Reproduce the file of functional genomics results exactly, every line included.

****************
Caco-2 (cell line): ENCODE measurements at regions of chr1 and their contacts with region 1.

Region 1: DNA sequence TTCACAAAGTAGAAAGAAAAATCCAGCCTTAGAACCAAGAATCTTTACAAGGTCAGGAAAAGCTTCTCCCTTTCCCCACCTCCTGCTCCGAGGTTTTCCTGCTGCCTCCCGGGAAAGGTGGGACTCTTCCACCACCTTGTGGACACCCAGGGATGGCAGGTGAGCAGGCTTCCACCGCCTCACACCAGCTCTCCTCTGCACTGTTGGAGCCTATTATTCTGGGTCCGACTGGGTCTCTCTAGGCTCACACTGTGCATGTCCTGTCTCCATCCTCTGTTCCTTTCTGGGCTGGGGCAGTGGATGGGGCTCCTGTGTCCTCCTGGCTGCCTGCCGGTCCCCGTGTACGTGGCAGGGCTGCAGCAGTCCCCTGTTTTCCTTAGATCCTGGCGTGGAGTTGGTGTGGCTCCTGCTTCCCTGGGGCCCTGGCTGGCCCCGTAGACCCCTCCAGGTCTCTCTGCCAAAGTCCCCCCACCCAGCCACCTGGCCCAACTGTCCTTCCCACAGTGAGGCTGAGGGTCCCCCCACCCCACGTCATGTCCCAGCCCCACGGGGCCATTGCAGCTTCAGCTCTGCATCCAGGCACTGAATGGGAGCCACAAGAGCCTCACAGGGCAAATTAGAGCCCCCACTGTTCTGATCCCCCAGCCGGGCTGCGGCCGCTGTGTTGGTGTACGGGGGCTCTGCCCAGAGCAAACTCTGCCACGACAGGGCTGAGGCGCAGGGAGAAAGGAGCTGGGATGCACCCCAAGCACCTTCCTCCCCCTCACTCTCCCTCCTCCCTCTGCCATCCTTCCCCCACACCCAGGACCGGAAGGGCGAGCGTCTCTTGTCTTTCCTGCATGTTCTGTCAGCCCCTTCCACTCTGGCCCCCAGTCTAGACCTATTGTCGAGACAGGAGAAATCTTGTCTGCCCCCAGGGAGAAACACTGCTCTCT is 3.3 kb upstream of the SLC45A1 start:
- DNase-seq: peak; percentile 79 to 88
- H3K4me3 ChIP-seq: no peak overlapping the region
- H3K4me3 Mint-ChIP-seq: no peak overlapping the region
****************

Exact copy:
Caco-2 (cell line): ENCODE measurements at regions of chr1 and their contacts with region 1.

Region 1: DNA sequence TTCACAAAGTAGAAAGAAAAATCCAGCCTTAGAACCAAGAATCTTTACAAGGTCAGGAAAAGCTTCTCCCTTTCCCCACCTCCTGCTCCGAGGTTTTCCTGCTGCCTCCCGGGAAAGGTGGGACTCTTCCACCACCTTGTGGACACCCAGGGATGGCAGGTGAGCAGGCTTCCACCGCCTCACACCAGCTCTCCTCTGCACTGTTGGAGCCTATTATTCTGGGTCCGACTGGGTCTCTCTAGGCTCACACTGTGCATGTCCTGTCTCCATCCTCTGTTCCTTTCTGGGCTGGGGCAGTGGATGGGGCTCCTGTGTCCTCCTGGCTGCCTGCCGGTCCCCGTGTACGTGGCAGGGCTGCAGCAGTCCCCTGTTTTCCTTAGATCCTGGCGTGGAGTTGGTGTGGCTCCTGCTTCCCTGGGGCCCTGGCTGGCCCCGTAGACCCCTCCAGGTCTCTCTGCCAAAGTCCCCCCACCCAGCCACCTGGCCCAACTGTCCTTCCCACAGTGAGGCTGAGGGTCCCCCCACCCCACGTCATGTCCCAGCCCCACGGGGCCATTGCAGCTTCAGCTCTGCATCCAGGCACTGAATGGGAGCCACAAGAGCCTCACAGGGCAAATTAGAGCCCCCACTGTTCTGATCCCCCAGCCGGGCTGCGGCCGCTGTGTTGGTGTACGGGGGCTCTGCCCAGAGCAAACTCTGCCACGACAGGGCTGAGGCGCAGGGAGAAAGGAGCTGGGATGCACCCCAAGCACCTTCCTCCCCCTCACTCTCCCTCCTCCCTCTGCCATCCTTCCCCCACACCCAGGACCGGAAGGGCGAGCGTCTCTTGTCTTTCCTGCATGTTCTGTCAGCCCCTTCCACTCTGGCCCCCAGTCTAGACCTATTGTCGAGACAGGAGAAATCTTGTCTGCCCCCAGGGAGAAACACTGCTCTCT is 3.3 kb upstream of the SLC45A1 start:
- DNase-seq: peak; percentile 79 to 88
- H3K4me3 ChIP-seq: no peak overlapping the region
- H3K4me3 Mint-ChIP-seq: no peak overlapping the region